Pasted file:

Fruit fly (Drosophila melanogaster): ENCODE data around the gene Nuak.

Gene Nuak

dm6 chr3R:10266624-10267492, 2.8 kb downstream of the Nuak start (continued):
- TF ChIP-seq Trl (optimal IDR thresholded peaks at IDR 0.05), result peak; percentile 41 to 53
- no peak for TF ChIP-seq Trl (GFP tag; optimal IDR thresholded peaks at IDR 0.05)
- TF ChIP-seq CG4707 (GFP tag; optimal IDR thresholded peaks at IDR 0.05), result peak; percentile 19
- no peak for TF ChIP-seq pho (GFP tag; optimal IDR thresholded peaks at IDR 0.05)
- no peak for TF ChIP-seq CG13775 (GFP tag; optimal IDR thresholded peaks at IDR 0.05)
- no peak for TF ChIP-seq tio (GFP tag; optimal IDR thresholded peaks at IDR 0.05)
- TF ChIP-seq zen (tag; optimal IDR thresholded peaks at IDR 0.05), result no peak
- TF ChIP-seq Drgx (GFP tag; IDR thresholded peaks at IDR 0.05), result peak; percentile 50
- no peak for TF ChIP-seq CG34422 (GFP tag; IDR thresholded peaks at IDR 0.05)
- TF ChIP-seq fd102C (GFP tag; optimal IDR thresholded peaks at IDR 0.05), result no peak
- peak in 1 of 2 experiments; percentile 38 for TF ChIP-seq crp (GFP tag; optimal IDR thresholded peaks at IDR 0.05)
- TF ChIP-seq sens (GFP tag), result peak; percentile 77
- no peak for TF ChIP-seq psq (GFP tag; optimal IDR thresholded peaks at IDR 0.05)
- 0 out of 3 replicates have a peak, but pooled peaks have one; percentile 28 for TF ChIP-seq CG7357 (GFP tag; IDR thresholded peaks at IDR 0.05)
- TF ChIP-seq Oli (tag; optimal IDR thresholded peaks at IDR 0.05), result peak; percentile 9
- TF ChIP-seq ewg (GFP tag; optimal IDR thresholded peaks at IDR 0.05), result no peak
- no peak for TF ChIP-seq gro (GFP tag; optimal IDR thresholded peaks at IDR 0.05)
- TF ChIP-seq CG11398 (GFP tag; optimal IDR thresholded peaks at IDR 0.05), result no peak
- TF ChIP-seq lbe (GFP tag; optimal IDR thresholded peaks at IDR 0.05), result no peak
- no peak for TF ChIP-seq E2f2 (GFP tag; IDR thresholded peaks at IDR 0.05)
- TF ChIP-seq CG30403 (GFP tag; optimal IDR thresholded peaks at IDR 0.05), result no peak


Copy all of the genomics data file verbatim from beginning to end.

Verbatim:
Fruit fly (Drosophila melanogaster): ENCODE data around the gene Nuak.

Gene Nuak

dm6 chr3R:10266624-10267492, 2.8 kb downstream of the Nuak start (continued):
- TF ChIP-seq Trl (optimal IDR thresholded peaks at IDR 0.05), result peak; percentile 41 to 53
- no peak for TF ChIP-seq Trl (GFP tag; optimal IDR thresholded peaks at IDR 0.05)
- TF ChIP-seq CG4707 (GFP tag; optimal IDR thresholded peaks at IDR 0.05), result peak; percentile 19
- no peak for TF ChIP-seq pho (GFP tag; optimal IDR thresholded peaks at IDR 0.05)
- no peak for TF ChIP-seq CG13775 (GFP tag; optimal IDR thresholded peaks at IDR 0.05)
- no peak for TF ChIP-seq tio (GFP tag; optimal IDR thresholded peaks at IDR 0.05)
- TF ChIP-seq zen (tag; optimal IDR thresholded peaks at IDR 0.05), result no peak
- TF ChIP-seq Drgx (GFP tag; IDR thresholded peaks at IDR 0.05), result peak; percentile 50
- no peak for TF ChIP-seq CG34422 (GFP tag; IDR thresholded peaks at IDR 0.05)
- TF ChIP-seq fd102C (GFP tag; optimal IDR thresholded peaks at IDR 0.05), result no peak
- peak in 1 of 2 experiments; percentile 38 for TF ChIP-seq crp (GFP tag; optimal IDR thresholded peaks at IDR 0.05)
- TF ChIP-seq sens (GFP tag), result peak; percentile 77
- no peak for TF ChIP-seq psq (GFP tag; optimal IDR thresholded peaks at IDR 0.05)
- 0 out of 3 replicates have a peak, but pooled peaks have one; percentile 28 for TF ChIP-seq CG7357 (GFP tag; IDR thresholded peaks at IDR 0.05)
- TF ChIP-seq Oli (tag; optimal IDR thresholded peaks at IDR 0.05), result peak; percentile 9
- TF ChIP-seq ewg (GFP tag; optimal IDR thresholded peaks at IDR 0.05), result no peak
- no peak for TF ChIP-seq gro (GFP tag; optimal IDR thresholded peaks at IDR 0.05)
- TF ChIP-seq CG11398 (GFP tag; optimal IDR thresholded peaks at IDR 0.05), result no peak
- TF ChIP-seq lbe (GFP tag; optimal IDR thresholded peaks at IDR 0.05), result no peak
- no peak for TF ChIP-seq E2f2 (GFP tag; IDR thresholded peaks at IDR 0.05)
- TF ChIP-seq CG30403 (GFP tag; optimal IDR thresholded peaks at IDR 0.05), result no peak